Coming Face to Face with Sustainability at the University Center


by Gregory Stewart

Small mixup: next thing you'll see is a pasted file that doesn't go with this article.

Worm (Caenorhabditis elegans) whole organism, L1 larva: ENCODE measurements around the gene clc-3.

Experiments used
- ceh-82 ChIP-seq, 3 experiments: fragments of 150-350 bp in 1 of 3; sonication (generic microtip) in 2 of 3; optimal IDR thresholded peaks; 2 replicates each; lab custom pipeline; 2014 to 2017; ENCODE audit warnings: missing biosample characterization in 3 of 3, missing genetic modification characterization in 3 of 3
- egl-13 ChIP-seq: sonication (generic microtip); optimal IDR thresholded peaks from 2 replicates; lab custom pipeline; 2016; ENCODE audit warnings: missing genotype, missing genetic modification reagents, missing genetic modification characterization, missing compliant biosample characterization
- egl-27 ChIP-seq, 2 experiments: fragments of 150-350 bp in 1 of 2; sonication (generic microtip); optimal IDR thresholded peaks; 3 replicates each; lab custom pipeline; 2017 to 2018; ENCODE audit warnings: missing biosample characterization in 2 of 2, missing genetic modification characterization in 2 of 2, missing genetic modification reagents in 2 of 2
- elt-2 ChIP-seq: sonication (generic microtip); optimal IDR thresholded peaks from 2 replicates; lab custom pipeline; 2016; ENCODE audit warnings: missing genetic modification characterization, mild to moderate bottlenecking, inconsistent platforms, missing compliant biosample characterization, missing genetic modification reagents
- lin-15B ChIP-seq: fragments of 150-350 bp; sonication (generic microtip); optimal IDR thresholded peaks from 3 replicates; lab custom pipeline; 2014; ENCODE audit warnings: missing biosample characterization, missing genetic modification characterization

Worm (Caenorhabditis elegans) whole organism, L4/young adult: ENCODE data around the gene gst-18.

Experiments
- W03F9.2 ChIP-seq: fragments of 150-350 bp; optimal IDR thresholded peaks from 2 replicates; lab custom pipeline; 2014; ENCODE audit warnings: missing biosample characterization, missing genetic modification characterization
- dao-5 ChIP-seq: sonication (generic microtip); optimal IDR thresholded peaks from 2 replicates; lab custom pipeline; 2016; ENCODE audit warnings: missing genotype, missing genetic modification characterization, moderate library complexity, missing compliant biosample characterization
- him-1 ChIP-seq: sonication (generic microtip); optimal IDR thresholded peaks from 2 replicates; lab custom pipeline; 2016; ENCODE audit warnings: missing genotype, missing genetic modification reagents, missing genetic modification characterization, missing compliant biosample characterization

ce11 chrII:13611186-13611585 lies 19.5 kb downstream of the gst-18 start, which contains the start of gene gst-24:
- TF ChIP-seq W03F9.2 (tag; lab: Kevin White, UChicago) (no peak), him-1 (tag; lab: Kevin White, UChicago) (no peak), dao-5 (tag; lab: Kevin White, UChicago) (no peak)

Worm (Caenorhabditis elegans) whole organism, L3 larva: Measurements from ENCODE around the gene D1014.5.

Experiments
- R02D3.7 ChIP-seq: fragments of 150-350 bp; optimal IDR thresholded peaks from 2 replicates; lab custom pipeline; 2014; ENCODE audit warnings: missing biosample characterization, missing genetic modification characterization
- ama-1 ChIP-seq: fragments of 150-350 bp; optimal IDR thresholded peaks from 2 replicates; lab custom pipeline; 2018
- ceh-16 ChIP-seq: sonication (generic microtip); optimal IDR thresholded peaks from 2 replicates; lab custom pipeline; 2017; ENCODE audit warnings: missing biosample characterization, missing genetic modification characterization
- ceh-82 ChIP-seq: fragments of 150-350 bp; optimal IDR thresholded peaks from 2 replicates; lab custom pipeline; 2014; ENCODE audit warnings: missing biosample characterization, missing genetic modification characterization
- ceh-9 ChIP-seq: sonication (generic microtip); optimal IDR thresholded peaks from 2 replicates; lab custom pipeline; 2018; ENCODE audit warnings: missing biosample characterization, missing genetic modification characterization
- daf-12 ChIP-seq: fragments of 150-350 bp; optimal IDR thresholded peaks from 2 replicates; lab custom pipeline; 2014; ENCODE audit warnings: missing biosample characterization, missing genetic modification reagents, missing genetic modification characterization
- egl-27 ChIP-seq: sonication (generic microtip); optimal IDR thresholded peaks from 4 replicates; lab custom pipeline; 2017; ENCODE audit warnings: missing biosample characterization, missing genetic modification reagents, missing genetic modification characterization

On October 18th, Erik Eibert, New School Buildings Associate Director for Sustainability Initiatives, lead a tour of the University Center on the corner of Fifth Avenue and 13th Street organized by the Tishman Center. The purpose of the tour was to inform the attendees about the efforts that The New School has taken towards being a sustainable university by pointing out the elements of the building which were designed to function in an environmentally conscious way. Eibert led the group of about 20 individuals from top to bottom of The University Center. Of the one million square feet that The New School occupies, the University Center represents roughly 25% of it. Our group was comprised of students, staff, and non-affiliated individuals. Molly Craft Johnson, a University Sustainability Associate, organized the group and helped to provide additional information about New School sustainability effort throughout the tour.With so many dimensions to sustainable initiatives, it was rather interesting to get a focused perspective on how a building can be engineered and managed to be environmentally friendly. The University Center was built in 2013. The building design and construction achieved  LEED Gold (Leadership in Energy and Environmental Design) Certification from the U.S. Green Building Council..We took the elevator up to the top floor of the building, going through the Kerry Hall residence hall. On the 17th floor, we reach a mechanical room which houses one of the systems for managing energy consumption in the dorm. Generally, when energy is created, only about one third is utilized. The other two thirds end up being released as heat in one form or another, usually steam. The New School utilizes a high pressure gas microturbine, which effectively reduces the amount of heat that is wasted in producing energy for the building. We got an inside look at the room which houses this large machine. The wind was rushing through the room as if a subway was about to reach the platform. There are large wheels that spin in order to exchange heat from two sources of air: incoming and outgoing. This doesn’t mix the airstreams, but helps to cool the hot air that is being released from the generator. Therefore, it reduces the waste and helps to save energy. The heat which would normally be wasted is also used to support the hot water system.We hopped back onto the elevator and made our way to the 8th floor of the building. This is the bottom floor of the dormitories. There are about 700 beds between these eight floors, clustered into suites. Every suite has an occupancy recognition system which  controls the heating and lighting. This way, when a room is unoccupied, there is no air conditioning blowing through the room. The lights also turn off when the room is unoccupied, taking the burden of responsibility off of the student and putting it into the building’s design. Erik pointed out that the wall beside us in the hallway is made of a durable, compressed cork-like material called forbo. He noted that 25% of this building is constructed from recycled materials such as this one.We then got a glimpse into the waste processing which takes place in this building. Obviously with about 700 students, a large cafeteria kitchen, and all of the individuals who occupy the floors from one to seven  during school hours, there is going to be a lot of waste. The school’s main recycling streams separate paper and plastic from landfill trash. Compost is also collected in the residence hall and the cafeteria..We cut through the library to a mechanical room which houses quite a bit of warm air to eventually emerge on a small, cool patio on the roof of the university center. Green roofs are great for reducing the urban heat island effect, where paved, densely developed areas trap heat,  ending up hotter than the surrounding areas. The green roof also absorbs water, so that instead of rain running off the roof and into sewers it is absorbed into the soils and brought into retention tanks. The University Center  also has a black and grey water treatment plant which uses reverse osmosis filtration. The water treated on-site is technically clean enough to drinks, though it is actually repurposed for uses such as flushing toilets.Back inside the building, Molly Craft Johnson informed us that the stairs have been designed to be oversized and the elevators have been designed to be undersized in order to promote decreased electricity use when students use the stairs instead of the elevators. The open design of the stairs also supports community development and socialization, which promotes social sustainability on campus.We made a quick stop in a classroom, where Erik explained how, during warm summer months, it can be more energy efficient to block the natural light out and light the room artificially because of the energy that has to be used to control the air conditioning if you let in the natural sunlight. In contrast, during more temperate times of the year like Fall and Spring, turning off the lights and using sunlight is the more efficient option.  He also explained that light shelves have been installed in many classrooms to reflect natural light further into the room. This helps to reduce the amount of electricity we use to light the rooms.Next, we went two floors underground in order to see the inner workings of the University Center. This is the boiler room. It creates the building heat as well as generating hot water. There are two larger boilers and one smaller one. The small one exists for times when there is less pressure on the system for hot water and heat. When we have to run a larger boiler for a lesser demand on the system, energy is wasted in the process. The three-boiler setup helps to maintain a nice, even system which only produces what is necessary, and nothing more. This is a great example of the way in which buildings are living, breathing things that we must keep efficient at appropriate levels. An engineer usually sits in a small room behind a plexi-glass window just beside the boiler room, he is the brain behind this heating system.We followed the maze through the dormitory laundry and mail room. Into the ice storage we go! Fire and ice are situated side by side! Erik comedically asked, “What would we use all this ice for? Soda?”This room has several large containers which hold ice that helps cool the air throughout the building. The ice storage system is run at night in order to provide cooling without adding extra pressure to the urban electrical system throughout the day. New York City’s baseload energy demand is met by a grid that has been created with relatively efficient and low-carbon technologies; however during peak hours (like the middle of the afternoon on a hot summer day) the city has to use generators that have a higher a carbon footprint in order to meet the increased demands for electricity. By diverting our consumption times away from the peak hours, we help to reduce the overall footprint of the city.A liquid similar to antifreeze fluid runs through the ice storage containers, then out to the rest of the building where it cools the air. The antifreeze liquid is recirculated as the ice melts over the course of the day, which reduces the need for traditional air conditioning. Our last stop was the Tishman Auditorium. Erik’s final point was to highlight the materials that are used in this part of the building. “This is all bamboo.” Erik informed us, motioning to the paneling on the walls, as we stood in a hallway between the two sections of the auditorium. The building’s designers considered the entire footprint of all materials including the deterioration of materials and the way in which they are grown and utilized, as well as how long they would last, and the miles involved in the shipping.. Bamboo was the best option in this case.The buildings architects also didn’t put pipes and ducts and wires behind the walls so that there would be future flexibility. All of the engineering systems and larger auditorium elements were centralized, so that change would be easy to facilitate. This is a perfect example of creating one space that achieves multiple needs. The two parts of the auditorium can also be combined by taking down the walls. Environmental issues are often discussed among the university population, but the abstract principles that are thrown around in the discourse don’t compare to the reality of implementation in the largest building on campus . The Tishman Center and new School Buildings partner to host sustainability tours throughout the year in order to provide opportunities for the university community to better understand how sustainability informs the building’s design and operations. For those unable to attend a tour in person, Erik and Molly were recorded giving a tour last year, which can be viewed on The New School’s facebook page.